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Judge Kavanaugh denies emergency request from Illinois GOP groups seeking to hold large rallies

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Supreme Court Justice Brett Kavanaugh on Saturday denied an emergency appeal submitted by GOP lawmakers from Illinois that had argued against the governor’s restrictions on meeting in groups larger than 10 amid the coronavirus pandemic.

The Illinois Republican Party filed a suit in the U.S. District Court in mid-June after Democrat Gov. J.B. Pritzker permitted religious groups and protestors to convene in large gatherings. Political gatherings and rallies remain banned in the state due to the recent pandemic.

The request went to Kavanaugh based on geography alone. The Illinois Republican Party is continuing to push the lawsuit forward in the lower courts, but the Supreme Court will not be stepping in to permit political gatherings.

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Kavanaugh, who received political backlash from the Democratic Party after being recommended for the seat by President Trump in 2018, has reportedly denied the request without comment, rather than refer the request to the full Supreme Court.

The lawsuit claims that “in-person contact is the most persuasive form of communicating ideas” and the restrictions infringe on their First and 14th Amendment rights.

“Democrats in the state hold almost every lever of power, and the only thing providing a check on their power, the Illinois Republican Party, isn’t even allowed to get together to meet or to properly plan and network for an election [that] is only five months away,” Illinois Republican Party Co-Chairman Tim Schneider told the Chicago Times last month. “This is fundamentally wrong, and as this lawsuit contends, a violation of our First Amendment right.”

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Schneider also said that the governor’s appearance at several Black Lives Matter demonstrations in the wake of George Floyd’s death is “incandescent hypocrisy on following his own orders.”

Pritzker has said it is his First Amendment right to attend the protests. He also permitted religious gatherings after several lawsuits were filed in May, reclassifying in-person worship as an “essential activity,” but he has encouraged people to continue attending services remotely.

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“There simply is no substitute for the energy, enthusiasm, personal connections to a candidate and media coverage generated by a rally, a bus tour or a fly-around,” the lawsuit says. “Politics is a people business and it is most effective when people connect in person.”

Fox News' Shannon Bream and Bill Mears contributed to this report.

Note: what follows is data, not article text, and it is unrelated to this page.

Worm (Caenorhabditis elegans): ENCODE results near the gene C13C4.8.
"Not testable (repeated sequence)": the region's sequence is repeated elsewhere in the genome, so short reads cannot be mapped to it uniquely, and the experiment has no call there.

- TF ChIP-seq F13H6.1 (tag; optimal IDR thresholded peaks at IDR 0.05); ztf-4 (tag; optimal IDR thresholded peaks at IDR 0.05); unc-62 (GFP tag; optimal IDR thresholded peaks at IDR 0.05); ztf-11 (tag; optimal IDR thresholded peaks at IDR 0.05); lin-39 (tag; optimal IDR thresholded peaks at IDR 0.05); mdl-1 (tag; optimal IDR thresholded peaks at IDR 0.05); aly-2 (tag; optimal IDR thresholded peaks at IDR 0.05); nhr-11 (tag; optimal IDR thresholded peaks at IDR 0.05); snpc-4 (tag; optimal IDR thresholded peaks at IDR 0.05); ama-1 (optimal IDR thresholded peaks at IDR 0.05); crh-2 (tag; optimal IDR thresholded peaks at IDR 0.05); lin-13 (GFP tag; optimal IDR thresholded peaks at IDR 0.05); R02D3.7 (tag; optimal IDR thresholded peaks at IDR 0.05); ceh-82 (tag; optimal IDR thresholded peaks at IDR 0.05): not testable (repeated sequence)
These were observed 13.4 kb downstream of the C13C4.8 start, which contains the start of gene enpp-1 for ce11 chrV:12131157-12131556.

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British judge rejects Venezuela's Maduro’s bid for gold in London bank

Will Maduro ever step down as Venezuela’s president?

Retired four-star general Gen. Jack Keane discusses Venezuelan president Nicolás Maduro’s corrupt actions and later provides insight into a new video showing Venezuelan troops reportedly capturing two former U.S. soldiers in an alleged coup attempt.

A British judge on Thursday refused to give Venezuela’s Nicolás Maduro control of nearly $2 billion in gold sitting in a Bank of England vault because Britain does not recognize the socialist leader as president of the Latin American nation.

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Maduro has demanded the gold to help his cash-starved nation fight the coronavirus pandemic. But the central bank for the United Kingdom, whose government recognizes Venezuelan opposition politician Juan Guaidó as his country’s legitimate leader, had refused to hand it over to Maduro’s administration.

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The ruling clarifies the question of who is Venezuela’s legitimate leader — at least in the eyes of one world power.

“This is very much showing the isolation of the Maduro government,” said Christopher Sabatini, a senior research fellow for Latin America at the Chatham House think tank in London.

Guaidó has sought to preserve the gold stash at the Bank of England to keep it out of the hands of the Maduro government, which it contends is illegitimate and corrupt. His lawyers reiterated during a recent four-day hearing their stance that the National Assembly leader became Venezuela’s rightful president under provisions of the country’s constitution.

Guaidó, who holds no practical power within Venezuela, called the ruling a “great victory” for his interim government’s international recognition and the anti-Maduro coalition’s fight to protect the country’s wealth and assets held abroad, which includes an ongoing battle over its Citgo refineries in the United States.

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“The first thing is that it’s protected from the clutches of the dictatorship,” Guaidó said of the gold, adding that for now it will remain in the bank’s vaults.

Also Thursday, Maduro’s Foreign Minister Jorge Arreaza announced that Venezuela had withdrawn an expulsion order against European Union Ambassador Brilhante Pedrosa.

Maduro on Monday had ordered her delegation out hours after the EU sanctioned several Maduro officials. However, Arreaza and EU foreign policy chief Josep Borrell released a joint statement, saying they had repaired relations in a phone call.

Venezuela, a nation in economic and political crisis, sits atop the world’s largest crude reserves, but that source of cash has dried up under years of mismanagement and more recently stiff U.S. sanctions aimed at forcing Maduro out.